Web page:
Turning YP Sites into Recommendations Engines

By Greg Sterling

I wrote very briefly yesterday that CityVoter’s redesign and new direction was ahead of an emerging trend toward real time recommendations for local. Previously, I said the following about Twitter and Google:

Online I can go to Yelp or Citysearch and look at consensus views and ratings. But in my vision of Twitter’s future I simply query my Twitter network and I get a bunch of responses to the lunch recommendation question. And I get them more or less instantaneously — or in “real time” if you prefer.

There’s also this earlier post, Twitter, Vark & ‘Real-Time’ Local Search:

Not all these services are the same, but conceptually the idea is to leverage human beings to respond to specific questions or queries either in real time or in a near real-time way.  Social search, review sites (e.g., Yelp) and Q&A (e.g., Yahoo Answers, Askville, LinkedIn Q&A) are all versions of offline word-of-mouth recommendations.

The promise of “human-powered search” has been around for several years. However none of the sites promoting that concept have really been successful. We’re just starting to see something more viable crystalize and emerge, in all these sites, which may well represent a successor to traditional search — or perhaps a companion to it.

And in October of 2007 over at Local Mobile Search, I wrote about a service called Mosio (as part of a category we were calling “social directory assistance”):

It can be viewed more broadly as the prototype for the sort of social/mobile/search service destined to be the foundation of a range of local search-based businesses.

Sebastien Provencher yesterday wrote a post introducing Praized’s “newsfeed, real-time search and conversation platform.” It appears to bring together a range of social media tools to YP companies, resulting in a buzz/news feed and Q&A functionality. Yellow Pages Group has apparently implemented part of this in the form of “Yellow Pages Answers“:

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Here’s how Sebastien describes how the service works:

Answers (a “local” Question & Answer service, including a social network broadcast mechanism). Consumers can ask questions to the community and to their Facebook/Twitter friends and all answers come back to a unique page. Merchants can even join the conversation!

Inspired by Facebook and Twitter, it appears that Praized has found a very strong new direction for itself. This is quite powerful, but let’s step back for a moment and look at this functionality in a broader context.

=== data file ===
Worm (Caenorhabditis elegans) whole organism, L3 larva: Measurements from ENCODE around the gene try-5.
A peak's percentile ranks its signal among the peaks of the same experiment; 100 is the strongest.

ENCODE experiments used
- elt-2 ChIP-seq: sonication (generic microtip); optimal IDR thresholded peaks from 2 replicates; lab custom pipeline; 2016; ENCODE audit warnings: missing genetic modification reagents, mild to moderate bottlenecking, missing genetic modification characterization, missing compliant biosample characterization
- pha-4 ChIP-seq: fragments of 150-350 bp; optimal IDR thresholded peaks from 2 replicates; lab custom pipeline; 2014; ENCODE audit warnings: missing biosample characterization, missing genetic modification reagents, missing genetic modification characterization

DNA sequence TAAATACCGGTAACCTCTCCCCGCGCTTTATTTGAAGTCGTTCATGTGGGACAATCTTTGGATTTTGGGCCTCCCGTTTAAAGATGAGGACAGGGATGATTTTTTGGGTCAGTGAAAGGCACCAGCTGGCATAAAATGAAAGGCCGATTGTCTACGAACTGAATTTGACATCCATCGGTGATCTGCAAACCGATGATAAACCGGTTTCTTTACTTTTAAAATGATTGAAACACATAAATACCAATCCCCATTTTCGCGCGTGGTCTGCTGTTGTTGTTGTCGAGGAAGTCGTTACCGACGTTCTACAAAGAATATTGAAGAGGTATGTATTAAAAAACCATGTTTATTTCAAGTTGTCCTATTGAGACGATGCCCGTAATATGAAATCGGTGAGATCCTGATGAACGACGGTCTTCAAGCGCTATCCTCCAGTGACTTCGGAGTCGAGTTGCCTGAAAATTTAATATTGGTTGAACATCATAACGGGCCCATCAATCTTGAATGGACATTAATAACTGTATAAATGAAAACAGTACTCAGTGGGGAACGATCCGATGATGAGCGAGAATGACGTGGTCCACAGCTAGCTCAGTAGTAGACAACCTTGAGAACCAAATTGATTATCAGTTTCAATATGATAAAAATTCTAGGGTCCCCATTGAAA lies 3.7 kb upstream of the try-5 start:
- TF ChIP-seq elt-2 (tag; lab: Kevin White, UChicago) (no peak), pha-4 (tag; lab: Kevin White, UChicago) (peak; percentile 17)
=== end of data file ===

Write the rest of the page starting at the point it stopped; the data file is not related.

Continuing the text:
The ability to ask questions of a group on local sites is nothing new. Both InsiderPages and Judy’s Book offered Q&A functionality from near inception (in 2007). It’s no longer on InsiderPages, now owned by IAC. And Judy’s Book has been sold and relaunched. Yelp has had questions and answers for several years as well (though not well integrated into the experience). Trulia and Zillow have very robust communities and Q&A tools in which local real estate agents can participate in conversations or provide answers to consumer questions. Beyond these there are a wide range of pre-existing services, Yahoo! Answers, Amazon’s AskVille, LinkedIn and several others, that also offer Q&A — though not in “real time.”

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So what’s new:

  • The “real-time” (near real time) dimension of Twitter and now Facebook Status updates. (BTW: IM could have done something like this years ago but didn’t)
  • The ability to tap into multiple networks simultaneously because of APIs
  • Perhaps most importantly, Twitter has captured people’s imaginations and helped put a name/label on this phenomenon (”real time” search)

The underlying consumer behavior is simply asking for word of mouth recommendations and is as “old as the hills.” But the ability to efficiently ask many people for advice or a local business referral at once online is new. Reviews were step one; the combination of quasi-real time answers and social networks is an evolution of that phenomenon.

The injection of merchants into the conversation is useful and potentially powerful but something that Trulia, Zillow and Yelp were doing already and which Yelp is now doing more directly. There are other examples out there as well.

Implicit in Sebastien’s post are some very interesting suggestions for the future of yellow pages, which is part of a much longer discussion than I want to get into now. Make no mistake, the integration of Q&A into yellow pages and the ability to tap into other networks are great product enhancements. Conceptually, however, none of these things are truly new, just the packaging and presentation.

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